Bioremediation of oil‐contaminated soil in Kuwait. I. landfarming to remediate oil‐contaminated soil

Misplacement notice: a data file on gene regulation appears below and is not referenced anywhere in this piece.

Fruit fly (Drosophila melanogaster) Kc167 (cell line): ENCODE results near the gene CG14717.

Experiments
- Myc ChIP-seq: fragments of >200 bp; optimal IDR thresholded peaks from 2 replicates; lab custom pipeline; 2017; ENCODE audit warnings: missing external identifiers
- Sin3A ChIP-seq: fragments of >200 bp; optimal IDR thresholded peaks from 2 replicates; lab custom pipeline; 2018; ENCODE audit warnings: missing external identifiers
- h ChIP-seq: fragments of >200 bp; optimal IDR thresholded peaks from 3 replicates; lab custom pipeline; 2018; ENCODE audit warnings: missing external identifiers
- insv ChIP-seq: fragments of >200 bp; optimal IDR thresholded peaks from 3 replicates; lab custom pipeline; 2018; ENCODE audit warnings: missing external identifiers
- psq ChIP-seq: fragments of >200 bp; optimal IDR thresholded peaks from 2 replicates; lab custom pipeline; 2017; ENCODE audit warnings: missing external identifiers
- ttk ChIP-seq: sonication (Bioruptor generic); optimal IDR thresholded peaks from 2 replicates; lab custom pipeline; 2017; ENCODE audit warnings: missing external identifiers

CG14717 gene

During the Gulf Crisis, the State of Kuwait was subjected to hazards caused by the oil well fires. The discharged oil formed over 300 oil lakes, covering land areas in excess of 49 km2. In addition, deposits from aerial fallout covered massive areas of Kuwait's desert soil. It has been widely recognized that the heavily oil?contaminated soil must be remediated in order to avoid total damage to the land, water ecosystems, and/or the eventual release of hazardous particulate compositions to the atmosphere. A large number of diverse technological options were being considered for the remediation of contaminated soil. Bioremediation techniques involving enhanced landfarming was selected and evaluated at pilot scale The experiments were initiated in November 1992 at the Burgan oil field in which 16 landfarming plots of 120 m2 each were constructed. The study continued for 18 months, during which time petroleum hydrocarbon concentration, polycyclic aromatic hydrocarbon (PAH), and heavy metals were monitored regularly. The result obtained showed that landfarming treatment resulted in more than 80% reduction of oil contamination within 15 months. The treatment also resulted in a substantial reduction of the PAHs concentrations.